ERICKSEN: And how many students were at West...Westminster then?

CROSSETT: Westminster...there were only about, I think...I think we had around sixty...between sixty and seventy students. I don't remember....

ERICKSEN: Had any of them come from Princeton along with the faculty?

CROSSETT: Yes, there were some...some that came from Princeton, and some that it was their first year, like mine. I was...I wasn't the first year of Westminster, but I was the second. I...I...I wasn't the first one that had my whole seminary training there, but...but there were several...several Princeton student...students that had transferred from Princeton to there, yes.

ERICKSEN: What...what do you remember of Dr. [J. Greshem] Machen?

CROSSETT: He is the best teacher I've had in all of twenty years in my schooling. From first grade through [laughs] seminary to the graduate school here. I've never had a teacher...every class was a masterpiece. He knew what he was talking about, and he knew the situation in the church and in the world generally (I mean the religious world generally). But he was really involved. I mean, he...he took it to heart. Of course, he wrote a lot, and he was speaking a lot, and.... But he was just an outstanding man. I've never known a person quite like him, yet he was very approachable, very sympathetic. One class we had there, at the end of the class (there were about twenty...twenty students in the class), the whole class just clapped because he was just [laughs] was just such a masterpiece and you just felt that you were sitting under a real master here. I've never had a...a professor like him.

ERICKSEN: Did he teach many other classes at the seminary?

CROSSETT: Yes, he taught quite a few. He taught [pauses] exegesis. I mean, he taught several of the Greek classes, and...and he...he had a regular load. [pauses] Very very busy, but a very capable man. He wasn't married. He had a mother that he was caring for. She was down in Baltimore, I think, but he was...he had one of these penthouses in...that looked on the fourteenth floor, I think it was, in one of the hotels there. And in the beginning of the seminary (this was the year before I came), every Saturday night he had what he'd call a Checker Party. And he would have...and he invited all the students, anybody who wanted to come (there was compulsion)...wanted to come. He'd buy the best apples and oranges and...and figs and he'd fill his refrigerator with all kinds of soft drinks and [pauses]...and cider and various other things. And he would play chess and checkers with the boys (they'd...they'd all be playing). But what he did that for was to get their thinking in the church situation. He did it to get into their minds, and this was a relaxed situation. Boy, he'd say [laughs]...when...when he'd come in, he'd say "Don't be tightwads, fellas." In other words, "Eat everything you want to here, and help yourself." But he would be playing and he'd be talking to those students. He wanted to get into their thinking and into the situation in the churches they came from. That he did every Saturday during the...most every Saturday during first year. Second year it was only about once a month or so because he got [laughs] so involved and so busy, but he kept that up as long as I was there. It was was a real education to talk to him. He knew the situation and he knew the people, and the...the way things were going in the church [raps table with hand]. Of course, that's one reason he pulled out of Princeton and started Westminster: he saw the trend. And he wanted to have an institution where men could be trained properly. But he was...he was outstanding. I do [unclear] and so humorous. [laughs] He...very...not out-of...out-of-order but in [laughs] order. He was very...he had a real sense of humor. He could give what he called stuts. He said everyone ought to have a stut. In other words, some kind of a reading or a...a...a...the...the humorous.. . humorous reading or a.... And he...they'd have a special celebration once a year, and different ones would give their readings. Of course, he was always asked to give readings. He had some...some classic ones. [laughs] Oh, it was just side-splitting. [laughs] He was...he was just an all-around fellow with the fellas.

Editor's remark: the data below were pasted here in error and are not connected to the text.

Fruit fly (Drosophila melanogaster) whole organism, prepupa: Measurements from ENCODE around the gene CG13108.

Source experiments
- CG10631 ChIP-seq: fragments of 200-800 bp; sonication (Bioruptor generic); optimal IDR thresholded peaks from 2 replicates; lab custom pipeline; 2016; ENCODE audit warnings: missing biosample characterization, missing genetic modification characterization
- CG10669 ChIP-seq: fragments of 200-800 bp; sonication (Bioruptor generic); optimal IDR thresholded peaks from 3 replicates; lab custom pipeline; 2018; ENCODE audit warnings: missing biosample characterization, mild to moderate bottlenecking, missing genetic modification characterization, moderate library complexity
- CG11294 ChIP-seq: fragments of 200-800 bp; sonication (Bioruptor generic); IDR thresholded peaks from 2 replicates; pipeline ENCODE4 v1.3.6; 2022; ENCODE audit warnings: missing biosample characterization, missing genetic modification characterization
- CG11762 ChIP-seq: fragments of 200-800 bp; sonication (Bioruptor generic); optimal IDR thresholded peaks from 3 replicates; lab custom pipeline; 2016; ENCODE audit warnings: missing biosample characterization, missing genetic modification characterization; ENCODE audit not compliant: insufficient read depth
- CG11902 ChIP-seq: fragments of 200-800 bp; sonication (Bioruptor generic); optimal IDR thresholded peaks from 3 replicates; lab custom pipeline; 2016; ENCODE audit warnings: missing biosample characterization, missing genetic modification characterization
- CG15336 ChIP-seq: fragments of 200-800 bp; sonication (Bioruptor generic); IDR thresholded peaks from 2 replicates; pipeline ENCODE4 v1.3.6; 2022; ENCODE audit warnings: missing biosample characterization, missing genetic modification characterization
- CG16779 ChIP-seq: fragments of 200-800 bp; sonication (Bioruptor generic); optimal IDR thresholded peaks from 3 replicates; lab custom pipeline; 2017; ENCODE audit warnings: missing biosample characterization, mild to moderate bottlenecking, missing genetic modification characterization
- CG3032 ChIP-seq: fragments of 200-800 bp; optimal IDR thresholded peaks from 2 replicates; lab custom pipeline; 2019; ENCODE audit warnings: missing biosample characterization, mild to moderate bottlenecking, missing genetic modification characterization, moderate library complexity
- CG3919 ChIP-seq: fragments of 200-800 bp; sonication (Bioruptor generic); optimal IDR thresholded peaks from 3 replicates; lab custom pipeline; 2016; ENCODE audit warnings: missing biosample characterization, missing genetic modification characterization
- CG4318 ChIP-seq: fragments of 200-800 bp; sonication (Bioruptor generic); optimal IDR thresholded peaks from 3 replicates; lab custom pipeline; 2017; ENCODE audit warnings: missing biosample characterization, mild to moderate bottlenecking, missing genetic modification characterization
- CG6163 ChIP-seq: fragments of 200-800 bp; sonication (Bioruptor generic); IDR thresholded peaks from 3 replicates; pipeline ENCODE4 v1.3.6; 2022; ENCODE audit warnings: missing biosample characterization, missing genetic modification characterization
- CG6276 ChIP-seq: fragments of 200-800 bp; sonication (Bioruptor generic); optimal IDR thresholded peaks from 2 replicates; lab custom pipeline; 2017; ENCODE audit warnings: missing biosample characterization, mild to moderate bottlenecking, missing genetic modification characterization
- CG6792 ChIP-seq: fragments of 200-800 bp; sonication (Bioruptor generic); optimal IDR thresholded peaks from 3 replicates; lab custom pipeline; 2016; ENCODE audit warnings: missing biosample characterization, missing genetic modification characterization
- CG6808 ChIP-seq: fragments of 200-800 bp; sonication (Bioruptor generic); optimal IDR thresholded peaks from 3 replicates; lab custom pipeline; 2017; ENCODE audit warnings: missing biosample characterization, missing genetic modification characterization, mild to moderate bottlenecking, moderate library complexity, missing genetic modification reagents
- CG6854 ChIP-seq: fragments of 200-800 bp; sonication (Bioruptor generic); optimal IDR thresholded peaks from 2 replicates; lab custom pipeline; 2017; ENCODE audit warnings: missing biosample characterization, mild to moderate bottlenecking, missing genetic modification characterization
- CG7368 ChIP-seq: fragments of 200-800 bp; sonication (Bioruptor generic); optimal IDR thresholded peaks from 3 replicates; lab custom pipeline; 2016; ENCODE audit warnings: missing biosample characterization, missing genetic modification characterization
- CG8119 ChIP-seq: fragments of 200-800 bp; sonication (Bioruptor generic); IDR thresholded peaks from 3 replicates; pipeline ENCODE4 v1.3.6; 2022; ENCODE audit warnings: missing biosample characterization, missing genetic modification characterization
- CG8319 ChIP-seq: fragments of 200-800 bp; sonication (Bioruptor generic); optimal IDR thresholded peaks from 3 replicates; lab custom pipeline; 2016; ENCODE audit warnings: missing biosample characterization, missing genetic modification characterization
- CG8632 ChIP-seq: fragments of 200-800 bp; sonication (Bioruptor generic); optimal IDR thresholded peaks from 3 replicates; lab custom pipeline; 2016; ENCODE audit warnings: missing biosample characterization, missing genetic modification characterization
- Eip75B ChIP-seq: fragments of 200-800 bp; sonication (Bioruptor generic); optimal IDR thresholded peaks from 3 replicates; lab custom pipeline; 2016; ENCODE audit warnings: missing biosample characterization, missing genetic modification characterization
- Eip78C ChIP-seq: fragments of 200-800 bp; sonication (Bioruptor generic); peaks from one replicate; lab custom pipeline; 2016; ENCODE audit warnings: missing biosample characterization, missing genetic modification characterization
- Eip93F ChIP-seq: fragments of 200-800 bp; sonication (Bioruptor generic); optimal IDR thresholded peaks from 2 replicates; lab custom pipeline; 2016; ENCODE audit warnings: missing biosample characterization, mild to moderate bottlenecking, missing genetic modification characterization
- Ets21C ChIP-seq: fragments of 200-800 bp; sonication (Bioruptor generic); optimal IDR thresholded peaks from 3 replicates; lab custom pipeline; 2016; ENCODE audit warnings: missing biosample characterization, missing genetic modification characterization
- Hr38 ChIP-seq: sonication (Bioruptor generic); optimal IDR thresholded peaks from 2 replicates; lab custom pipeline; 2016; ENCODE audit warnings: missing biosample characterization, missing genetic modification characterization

ERICKSEN: Did you have to prepare a reading?

CROSSETT: I didn't. It wasn't compulsory.


CROSSETT: I tried and I wasn't satisfied, so I [laughs].... But he prepared different ones. You have to hear him because he was so expressive. He really could...could express himself just the way he wanted to.